A few weeks ago, right before the exam season started, we had the opportunity to take a 2-day trip to Dublin to visit the new tech scene of the city. It was an incredible trip: 48-hours packed with talks, company visits and social events.
The first landmark of Day 1 was a tour of Google’s European headquarters, which included a talk about how they manage innovation and lunch with LBS alumni. Our next stop was the new Twitter’s office, where we had chats in small groups with the management of the main departments and debated Twitter’s business model. The time was particularly propitious, as it was barely two weeks after Twitter’s IPO. Finally, we closed the day in a traditional Irish pub. We had drinks with Dropbox’s employees, who gave us insight into Dropbox’s operations in Europe.
Day 2 was no less intense, and was focused on social platforms. We started by visiting LinkedIn, where we met the leadership team in EMEA and attended a talk on how social platforms are changing the role of sales. The topic shifted to online advertising in our visit to Facebook. Again, we interacted with members of Facebook’s leadership team and did a tour through their office. Lastly, we visited Digit Game Studios, a VC-backed startup that creates videogames that can be seamlessly played in different platforms. We met there with a partner of Delta Partners, one of the main venture capital firms in the U.K, who drew a very clear picture of venture capital and tech entrepreneurship in Europe.
The experience was indeed very rewarding. We could get insight into the culture and operations of some of the most notorious online firms, extend our network of contacts beyond the school’s circle, and learn the trends of the online industry all in one go. This is why I strongly encourage both current and future MBA students to go out in the field, meet people, contrast companies and gather ideas. This grasp of reality marvellously complements the learning on campus.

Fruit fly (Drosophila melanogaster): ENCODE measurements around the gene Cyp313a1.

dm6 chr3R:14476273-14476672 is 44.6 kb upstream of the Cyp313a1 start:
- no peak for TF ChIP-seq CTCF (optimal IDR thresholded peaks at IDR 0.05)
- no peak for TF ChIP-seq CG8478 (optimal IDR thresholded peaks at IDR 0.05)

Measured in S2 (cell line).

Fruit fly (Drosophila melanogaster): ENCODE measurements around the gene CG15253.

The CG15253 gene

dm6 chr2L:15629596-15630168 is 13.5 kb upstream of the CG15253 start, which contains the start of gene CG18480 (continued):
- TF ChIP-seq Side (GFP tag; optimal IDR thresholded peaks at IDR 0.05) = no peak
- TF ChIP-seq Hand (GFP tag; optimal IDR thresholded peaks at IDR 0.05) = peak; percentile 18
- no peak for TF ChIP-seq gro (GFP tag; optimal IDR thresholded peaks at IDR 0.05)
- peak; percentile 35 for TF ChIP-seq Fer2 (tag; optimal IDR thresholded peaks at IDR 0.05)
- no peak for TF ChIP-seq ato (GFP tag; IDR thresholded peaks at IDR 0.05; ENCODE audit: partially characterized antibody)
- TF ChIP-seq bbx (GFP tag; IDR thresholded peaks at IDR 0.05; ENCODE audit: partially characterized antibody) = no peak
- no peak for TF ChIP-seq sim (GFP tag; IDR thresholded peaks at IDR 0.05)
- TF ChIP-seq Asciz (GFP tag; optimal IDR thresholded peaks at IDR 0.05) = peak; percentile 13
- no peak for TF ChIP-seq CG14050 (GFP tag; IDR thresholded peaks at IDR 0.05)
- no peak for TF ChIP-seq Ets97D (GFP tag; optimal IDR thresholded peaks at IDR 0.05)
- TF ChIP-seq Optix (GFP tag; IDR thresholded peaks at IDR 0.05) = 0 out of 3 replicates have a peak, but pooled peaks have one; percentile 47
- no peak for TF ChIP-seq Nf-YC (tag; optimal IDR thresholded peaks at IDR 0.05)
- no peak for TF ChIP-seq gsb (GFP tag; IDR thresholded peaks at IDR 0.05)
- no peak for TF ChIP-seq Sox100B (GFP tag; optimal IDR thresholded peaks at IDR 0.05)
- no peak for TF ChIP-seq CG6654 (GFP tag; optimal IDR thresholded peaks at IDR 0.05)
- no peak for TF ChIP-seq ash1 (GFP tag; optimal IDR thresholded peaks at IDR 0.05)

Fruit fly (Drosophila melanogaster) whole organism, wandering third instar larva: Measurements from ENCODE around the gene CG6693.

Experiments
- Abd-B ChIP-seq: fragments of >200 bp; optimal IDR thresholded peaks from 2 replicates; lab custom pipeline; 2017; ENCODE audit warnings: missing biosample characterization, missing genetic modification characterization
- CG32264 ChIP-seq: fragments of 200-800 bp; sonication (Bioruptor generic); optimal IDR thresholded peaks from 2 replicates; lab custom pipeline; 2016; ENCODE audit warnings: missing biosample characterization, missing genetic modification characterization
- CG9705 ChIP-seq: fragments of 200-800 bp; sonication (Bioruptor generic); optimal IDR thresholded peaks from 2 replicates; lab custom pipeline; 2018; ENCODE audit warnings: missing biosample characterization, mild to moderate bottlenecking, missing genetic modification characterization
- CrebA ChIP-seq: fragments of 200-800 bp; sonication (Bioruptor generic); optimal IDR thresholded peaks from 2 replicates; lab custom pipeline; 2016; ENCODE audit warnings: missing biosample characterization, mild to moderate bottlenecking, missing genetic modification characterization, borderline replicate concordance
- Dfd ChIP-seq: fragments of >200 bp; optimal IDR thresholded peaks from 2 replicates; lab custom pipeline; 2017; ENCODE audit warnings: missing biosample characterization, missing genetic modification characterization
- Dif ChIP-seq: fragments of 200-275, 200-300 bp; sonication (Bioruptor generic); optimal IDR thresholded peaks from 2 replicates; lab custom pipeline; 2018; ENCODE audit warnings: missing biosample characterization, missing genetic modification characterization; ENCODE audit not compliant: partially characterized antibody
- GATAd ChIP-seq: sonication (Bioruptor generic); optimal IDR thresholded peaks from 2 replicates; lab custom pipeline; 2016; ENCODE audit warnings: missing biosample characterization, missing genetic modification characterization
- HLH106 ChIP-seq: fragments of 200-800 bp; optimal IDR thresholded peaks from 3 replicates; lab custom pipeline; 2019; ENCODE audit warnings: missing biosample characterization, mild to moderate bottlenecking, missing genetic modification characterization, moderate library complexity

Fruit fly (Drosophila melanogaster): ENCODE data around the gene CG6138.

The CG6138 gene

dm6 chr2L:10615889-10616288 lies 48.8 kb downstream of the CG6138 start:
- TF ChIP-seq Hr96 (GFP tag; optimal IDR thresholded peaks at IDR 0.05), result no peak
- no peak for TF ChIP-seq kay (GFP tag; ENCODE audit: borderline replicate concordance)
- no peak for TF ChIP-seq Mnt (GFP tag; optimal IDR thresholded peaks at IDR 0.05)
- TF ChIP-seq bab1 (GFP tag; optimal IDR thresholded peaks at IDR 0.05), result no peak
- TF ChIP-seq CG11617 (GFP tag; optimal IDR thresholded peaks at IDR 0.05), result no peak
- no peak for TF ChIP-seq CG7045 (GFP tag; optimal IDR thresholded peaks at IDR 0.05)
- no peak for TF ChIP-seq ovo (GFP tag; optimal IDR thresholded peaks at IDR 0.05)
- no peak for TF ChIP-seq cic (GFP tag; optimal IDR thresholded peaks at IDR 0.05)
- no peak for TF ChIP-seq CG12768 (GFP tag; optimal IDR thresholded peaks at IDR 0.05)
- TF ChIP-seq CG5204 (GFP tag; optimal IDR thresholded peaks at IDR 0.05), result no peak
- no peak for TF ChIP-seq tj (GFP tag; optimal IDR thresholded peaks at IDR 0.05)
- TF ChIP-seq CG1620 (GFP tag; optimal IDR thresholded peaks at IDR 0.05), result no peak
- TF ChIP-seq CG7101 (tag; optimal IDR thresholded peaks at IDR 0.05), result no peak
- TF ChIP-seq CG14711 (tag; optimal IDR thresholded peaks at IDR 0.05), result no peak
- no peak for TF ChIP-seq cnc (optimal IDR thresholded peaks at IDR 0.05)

Personally I also found it fascinating to see how Dublin has become such a hub for technology and entrepreneurship. It is undeniable that a favourable corporate tax code has played a major role in it, but there is definitely more than this. There is a combination of cheap real estate, large seed funds, pub culture, eclectic mindedness and lots of young people that creates an ecosystem that is conducive for implementing new ideas and businesses.
Fortunately, this was only the first of a series of treks that we are preparing at the Tech Club for the following two terms. Apart from visiting Silicon Valley, we will explore the tech scene of Israel and go to Berlin on a trip that will revolve around entrepreneurship and venture capital. Stay tuned!
Not many people know that LBS has a students’ hall where some of the MBA, MiF and MiM students live. In fact, not even all the current students know it! But this is a real option that some of us have chosen, as it amplifies the student experience.
Basically it means that every day, after a frenetic day on campus full of classes, teamwork and company presentations, I head home and the MBA experience goes on. The life at the hall is indeed an extension of the life on campus: multinational, collaborative, intellectual and enjoyable. Do I need a partner to prepare a case interview? No problem, next door there is a fellow classmate willing to practise. Problems with a company valuation for Corporate Finance? Easy, a fellow MiF lives upstairs.
I have also discovered that the hall’s canteen is one of the best places to socialise and extend my network beyond LBS. It concentrates the brightest graduate and PhD students from the top universities in London: LSE, UCL, King’s College, etc.
All in all, the students’ hall provides a very rewarding experience and is a good alternative to the traditional house sharing.